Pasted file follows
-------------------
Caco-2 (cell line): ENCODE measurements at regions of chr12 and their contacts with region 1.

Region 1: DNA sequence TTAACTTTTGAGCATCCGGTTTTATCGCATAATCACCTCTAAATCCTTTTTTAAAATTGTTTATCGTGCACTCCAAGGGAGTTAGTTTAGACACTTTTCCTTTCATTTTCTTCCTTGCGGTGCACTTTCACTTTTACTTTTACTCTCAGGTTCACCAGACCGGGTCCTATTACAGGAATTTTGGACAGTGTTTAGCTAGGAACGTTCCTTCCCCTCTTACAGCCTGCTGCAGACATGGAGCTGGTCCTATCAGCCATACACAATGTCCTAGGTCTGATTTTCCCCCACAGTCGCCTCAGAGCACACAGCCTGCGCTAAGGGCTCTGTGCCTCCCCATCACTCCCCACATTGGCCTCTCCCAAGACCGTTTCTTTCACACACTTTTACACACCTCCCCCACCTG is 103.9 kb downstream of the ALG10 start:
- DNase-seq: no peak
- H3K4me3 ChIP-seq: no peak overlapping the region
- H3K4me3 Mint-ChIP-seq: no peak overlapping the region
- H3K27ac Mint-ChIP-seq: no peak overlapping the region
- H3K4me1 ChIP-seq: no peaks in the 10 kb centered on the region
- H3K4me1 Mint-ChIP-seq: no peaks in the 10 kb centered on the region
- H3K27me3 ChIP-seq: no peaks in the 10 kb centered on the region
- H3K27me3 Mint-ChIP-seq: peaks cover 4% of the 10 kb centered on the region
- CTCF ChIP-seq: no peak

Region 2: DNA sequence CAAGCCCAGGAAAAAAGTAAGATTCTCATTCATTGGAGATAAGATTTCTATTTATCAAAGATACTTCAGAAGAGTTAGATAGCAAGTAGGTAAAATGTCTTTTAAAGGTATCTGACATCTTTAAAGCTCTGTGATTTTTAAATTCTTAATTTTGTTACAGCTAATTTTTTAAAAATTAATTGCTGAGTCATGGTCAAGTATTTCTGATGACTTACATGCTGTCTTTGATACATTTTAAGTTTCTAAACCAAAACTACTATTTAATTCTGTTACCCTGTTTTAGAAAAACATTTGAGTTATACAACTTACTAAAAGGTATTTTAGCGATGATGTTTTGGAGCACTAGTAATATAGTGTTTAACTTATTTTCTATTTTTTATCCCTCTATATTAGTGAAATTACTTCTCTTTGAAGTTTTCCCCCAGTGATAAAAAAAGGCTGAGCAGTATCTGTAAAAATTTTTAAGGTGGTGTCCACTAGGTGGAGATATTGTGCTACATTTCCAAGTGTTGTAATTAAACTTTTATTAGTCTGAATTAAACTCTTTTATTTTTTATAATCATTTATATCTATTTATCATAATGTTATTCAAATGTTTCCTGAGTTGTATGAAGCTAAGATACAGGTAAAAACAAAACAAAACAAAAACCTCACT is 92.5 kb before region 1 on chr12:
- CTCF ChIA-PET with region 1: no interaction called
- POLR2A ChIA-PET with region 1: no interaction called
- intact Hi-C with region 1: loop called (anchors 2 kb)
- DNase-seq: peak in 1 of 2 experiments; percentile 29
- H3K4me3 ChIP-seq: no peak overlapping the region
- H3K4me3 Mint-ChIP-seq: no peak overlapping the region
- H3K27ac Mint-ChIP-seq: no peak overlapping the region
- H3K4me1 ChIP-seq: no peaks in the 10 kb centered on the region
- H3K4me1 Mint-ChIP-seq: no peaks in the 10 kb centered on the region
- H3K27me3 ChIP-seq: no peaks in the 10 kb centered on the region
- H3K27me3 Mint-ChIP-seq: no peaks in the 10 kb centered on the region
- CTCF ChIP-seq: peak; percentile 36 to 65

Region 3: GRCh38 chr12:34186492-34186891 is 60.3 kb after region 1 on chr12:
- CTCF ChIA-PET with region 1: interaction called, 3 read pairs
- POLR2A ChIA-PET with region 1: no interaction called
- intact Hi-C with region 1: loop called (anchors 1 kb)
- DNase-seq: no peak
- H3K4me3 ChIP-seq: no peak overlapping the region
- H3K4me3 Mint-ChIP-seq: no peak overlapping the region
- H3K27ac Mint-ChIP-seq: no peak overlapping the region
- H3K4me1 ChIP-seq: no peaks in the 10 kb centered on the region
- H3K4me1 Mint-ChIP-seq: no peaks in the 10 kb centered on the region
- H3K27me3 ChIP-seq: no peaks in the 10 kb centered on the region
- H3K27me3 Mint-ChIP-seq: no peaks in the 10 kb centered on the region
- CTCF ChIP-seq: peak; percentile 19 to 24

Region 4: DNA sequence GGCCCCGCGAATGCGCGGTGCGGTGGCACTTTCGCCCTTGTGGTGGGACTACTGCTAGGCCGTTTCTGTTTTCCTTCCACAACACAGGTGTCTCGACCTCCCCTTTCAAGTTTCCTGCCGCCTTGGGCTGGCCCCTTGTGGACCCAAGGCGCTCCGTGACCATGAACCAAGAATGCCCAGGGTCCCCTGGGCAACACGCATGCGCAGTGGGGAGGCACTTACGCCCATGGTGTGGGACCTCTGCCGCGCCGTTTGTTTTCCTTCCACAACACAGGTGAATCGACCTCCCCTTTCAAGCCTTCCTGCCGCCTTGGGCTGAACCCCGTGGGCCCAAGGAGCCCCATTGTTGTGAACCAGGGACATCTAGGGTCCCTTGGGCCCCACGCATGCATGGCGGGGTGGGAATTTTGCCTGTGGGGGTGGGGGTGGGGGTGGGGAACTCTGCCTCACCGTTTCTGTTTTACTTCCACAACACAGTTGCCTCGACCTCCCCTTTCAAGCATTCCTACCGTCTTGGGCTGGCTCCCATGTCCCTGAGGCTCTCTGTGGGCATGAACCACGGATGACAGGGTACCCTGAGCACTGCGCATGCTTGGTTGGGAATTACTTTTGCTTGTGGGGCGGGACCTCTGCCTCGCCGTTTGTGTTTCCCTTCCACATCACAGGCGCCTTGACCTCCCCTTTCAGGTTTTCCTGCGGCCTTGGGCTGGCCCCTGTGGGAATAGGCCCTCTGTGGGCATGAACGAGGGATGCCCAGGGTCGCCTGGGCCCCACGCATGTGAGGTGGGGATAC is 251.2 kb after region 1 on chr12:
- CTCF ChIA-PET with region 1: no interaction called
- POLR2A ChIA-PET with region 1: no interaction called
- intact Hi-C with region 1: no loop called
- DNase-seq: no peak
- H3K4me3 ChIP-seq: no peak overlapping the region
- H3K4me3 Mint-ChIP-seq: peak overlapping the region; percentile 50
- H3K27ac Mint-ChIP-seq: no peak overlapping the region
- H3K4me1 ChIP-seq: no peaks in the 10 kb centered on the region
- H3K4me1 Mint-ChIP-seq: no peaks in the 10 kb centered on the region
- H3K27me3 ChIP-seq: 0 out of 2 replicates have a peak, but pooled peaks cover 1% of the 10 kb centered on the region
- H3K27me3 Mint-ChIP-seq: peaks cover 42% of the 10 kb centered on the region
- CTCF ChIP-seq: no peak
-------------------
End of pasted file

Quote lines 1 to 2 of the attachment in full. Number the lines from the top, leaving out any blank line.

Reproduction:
Caco-2 (cell line): ENCODE measurements at regions of chr12 and their contacts with region 1.

Region 1: DNA sequence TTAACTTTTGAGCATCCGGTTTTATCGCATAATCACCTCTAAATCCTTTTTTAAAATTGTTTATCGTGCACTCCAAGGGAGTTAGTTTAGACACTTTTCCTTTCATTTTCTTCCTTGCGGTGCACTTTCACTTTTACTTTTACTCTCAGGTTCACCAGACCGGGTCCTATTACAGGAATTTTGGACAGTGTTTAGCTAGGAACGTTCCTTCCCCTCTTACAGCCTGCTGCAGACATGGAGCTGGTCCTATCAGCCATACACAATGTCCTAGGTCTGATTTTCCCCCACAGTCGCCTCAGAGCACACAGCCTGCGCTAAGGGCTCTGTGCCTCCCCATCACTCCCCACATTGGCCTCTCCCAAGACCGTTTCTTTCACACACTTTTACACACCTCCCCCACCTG is 103.9 kb downstream of the ALG10 start: